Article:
iHaus does offer the ability to create scripts with conditional triggers, but I’ve found them to be quite poor based on my usage. Again, this will depend on what you’re trying to achieve, what devices you have, and whether they’re compatible with the app.
All in all, iHaus can be a relevant option if you’re looking for something simple and easy to use, but don’t mind the looks.
If you can’t bear the looks of iHaus, SmartThings is by far the nicest looking app covered in this article. Although it’s made by Samsung, it’s not exclusive to the brand’s products and doesn’t necessarily require the hub, as it can actually integrate with a great number of third-party services.
It’s easy to set up and the app lets you split devices by room. Unfortunately, it doesn’t work with my Roomba and required an additional hub to handle my smart plugs, which is a roadblock for me. Besides that, there’s no option to change the color of all lights in a room, so you’ll have to set these individually — unless you want to turn your living room into a club. There are some handy features, though, like the ability to set timers for the lights to turn off automatically after a certain amount of time, or at a specific hour. Another unique feature it offers is the ability to add various locations, so you can separate the devices from your city apartment and your country house, for example. Also, there’s the option to add widgets to your home screen, which makes it even more convenient to use.
The built-in automation features are actually quite powerful, as they can be conditional and control various devices at the same time, which allows for an easy configuration and avoids using a third-party platform like IFTTT.
- List of supported products and services
Yonomi is relatively similar to Olisto, in a sense that it’s designed to help you automate things at home, but can also act as a remote control for lights and other devices. It’s very easy to set up and can automatically detect what devices are on your Wi-Fi network, just like iHaus. Sadly, it doesn’t support groups, so all your devices appear together, and although you can control them individually, you can’t turn several lights on or off at the same time.
Yonomi can be very useful when setting up routines, though, as these can be conditional. However, I find the number of supported services to be quite low, so you’ll have to see whether it’s relevant for you compared to Olisto or IFTTT.
IFTTT is one of my favorite services around, and what’s great about it is that once you’ve set up everything, you even forget it exists. For instance, I use a few smart plugs at home to control some lights, and I don’t want to use different apps to automatically turn them off based on my location. Thanks to IFTTT, my Hue lights, plugs and other devices can be turned off when I leave, without me having to worry about it. In fact, IFTTT is so transparent that you rarely need to use the app, unless you’re setting up a new applet or checking your activity log.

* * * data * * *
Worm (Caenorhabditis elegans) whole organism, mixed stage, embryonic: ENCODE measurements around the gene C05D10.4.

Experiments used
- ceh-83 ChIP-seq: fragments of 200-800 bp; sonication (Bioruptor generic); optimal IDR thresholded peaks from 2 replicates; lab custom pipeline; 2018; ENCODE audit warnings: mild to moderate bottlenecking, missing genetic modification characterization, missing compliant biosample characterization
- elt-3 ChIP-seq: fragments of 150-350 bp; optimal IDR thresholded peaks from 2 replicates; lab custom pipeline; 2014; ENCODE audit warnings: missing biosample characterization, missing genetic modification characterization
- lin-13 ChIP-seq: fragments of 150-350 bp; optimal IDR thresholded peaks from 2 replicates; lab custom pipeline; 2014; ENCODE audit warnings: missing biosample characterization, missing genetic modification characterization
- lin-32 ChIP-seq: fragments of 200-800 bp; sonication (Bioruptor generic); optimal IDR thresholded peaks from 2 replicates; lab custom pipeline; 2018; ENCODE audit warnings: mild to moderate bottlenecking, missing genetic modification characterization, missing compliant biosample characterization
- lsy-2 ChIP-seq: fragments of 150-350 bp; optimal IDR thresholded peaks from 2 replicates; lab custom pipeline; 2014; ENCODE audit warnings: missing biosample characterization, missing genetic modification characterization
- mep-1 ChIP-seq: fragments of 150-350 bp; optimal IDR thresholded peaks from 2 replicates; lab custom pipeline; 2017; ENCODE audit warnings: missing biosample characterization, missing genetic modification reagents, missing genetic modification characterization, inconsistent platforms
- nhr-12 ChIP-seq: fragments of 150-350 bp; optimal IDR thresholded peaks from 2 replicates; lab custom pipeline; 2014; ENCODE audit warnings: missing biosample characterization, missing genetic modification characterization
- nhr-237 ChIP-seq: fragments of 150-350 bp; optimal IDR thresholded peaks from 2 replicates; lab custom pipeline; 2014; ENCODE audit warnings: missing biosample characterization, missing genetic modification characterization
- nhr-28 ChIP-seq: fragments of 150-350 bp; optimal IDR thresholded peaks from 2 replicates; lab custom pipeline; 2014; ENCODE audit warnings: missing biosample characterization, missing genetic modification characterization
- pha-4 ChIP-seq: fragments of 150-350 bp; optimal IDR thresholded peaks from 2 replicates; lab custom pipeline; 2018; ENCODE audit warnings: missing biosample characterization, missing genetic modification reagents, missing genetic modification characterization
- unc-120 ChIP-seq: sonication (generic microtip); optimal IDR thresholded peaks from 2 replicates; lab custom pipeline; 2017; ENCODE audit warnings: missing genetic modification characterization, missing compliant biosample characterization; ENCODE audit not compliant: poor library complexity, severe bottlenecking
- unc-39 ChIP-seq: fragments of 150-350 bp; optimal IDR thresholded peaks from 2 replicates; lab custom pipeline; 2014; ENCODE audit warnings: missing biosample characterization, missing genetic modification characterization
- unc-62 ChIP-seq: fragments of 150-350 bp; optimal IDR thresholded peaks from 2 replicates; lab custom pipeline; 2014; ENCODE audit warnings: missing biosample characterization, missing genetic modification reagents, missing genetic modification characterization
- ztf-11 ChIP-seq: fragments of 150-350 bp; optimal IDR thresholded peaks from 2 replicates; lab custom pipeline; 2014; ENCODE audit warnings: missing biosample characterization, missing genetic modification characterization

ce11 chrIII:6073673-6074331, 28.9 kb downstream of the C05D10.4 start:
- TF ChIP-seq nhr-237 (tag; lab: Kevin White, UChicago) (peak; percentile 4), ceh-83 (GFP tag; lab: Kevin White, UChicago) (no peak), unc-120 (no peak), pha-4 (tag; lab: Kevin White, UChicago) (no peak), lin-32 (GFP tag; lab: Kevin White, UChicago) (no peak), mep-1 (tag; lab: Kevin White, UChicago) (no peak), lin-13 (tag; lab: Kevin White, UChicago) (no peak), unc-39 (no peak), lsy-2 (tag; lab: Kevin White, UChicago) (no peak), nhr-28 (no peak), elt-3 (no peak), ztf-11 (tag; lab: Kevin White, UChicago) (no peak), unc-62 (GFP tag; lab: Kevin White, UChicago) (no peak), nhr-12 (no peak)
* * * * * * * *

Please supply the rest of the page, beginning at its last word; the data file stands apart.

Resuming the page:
There also an option for you to control your smart devices directly from your phone, thanks to widgets and “Do buttons.” Just like Olisto, this isn’t a convenient option, as you’ll have to create recipes manually, but they can be handy for a few of features, such as turning lights on or off, but you won’t get to pick the color for instance.
IFTTT can be worth considering if you don’t intend to create too many buttons, as the platform supports a very wide range of services and allows you to create tasks in just a flew clicks. The app also has a widget, which most others don’t, so it might be a relevant option for many.
Amazon’s app is relatively similar to Google’s, in a sense that it offers the ability to control your devices and group them in rooms. It also has the benefit of being compatible with a very wide range of products and services, which is definitely an argument compared to some other ones in this post.
Some might find it more convenient than other apps, as it lets you turn off all lights or plugs in a room using different icons, which can be handy. Unfortunately, Alexa isn’t smart enough to recognize some of my plugs actually control lamps, while others don’t, which means that if I turn on all lights in a room, it won’t switch on the ones that are operated with a smart plug. Also, I was disappointed there was no option to control some devices, such as my vacuum clear, while the Google Home app can do it. Sadly, there is no way to create widgets to control your favorite devices. Similarly, you need to click on Devices every time you open the app to access them, which I find to be inconvenient, especially if you’re planning on using the app as a smart remote control.
This app has a very intuitive and pleasing interface and lets you organize your devices in groups and rooms, making it easier to navigate. It’s designed to support a wide range of devices, including lights, plugs, thermostats, TVs, and speakers, but it’s unfortunately only compatible with a limited number of services. For instance, while it supports Hue and LIFX, I couldn’t link it to my Roomba and smart plugs, which was again a roadblock for me.
That’s a bit of a shame because it’s probably one of the easiest ones to use in this roundup. It’s also customizable, with the option to rename devices and change their icons, but what’s the point in being able to do so if you can’t control most of your devices?
Whether you’re trying to repurpose a spare phone or tablet into a remote control or want to use your current one to easily operate your appliances, we hope the above apps will help you aggregate everything in a single, convenient screen. This can also be a great way to help your household benefit from a basic digital remote control without your intervention, and without giving everyone full access to all apps and devices. Hopefully, you’ll be able to find an app that suits your needs, and that can handle all the services you use. Don’t hesitate to share your favorites with us in the comment section below.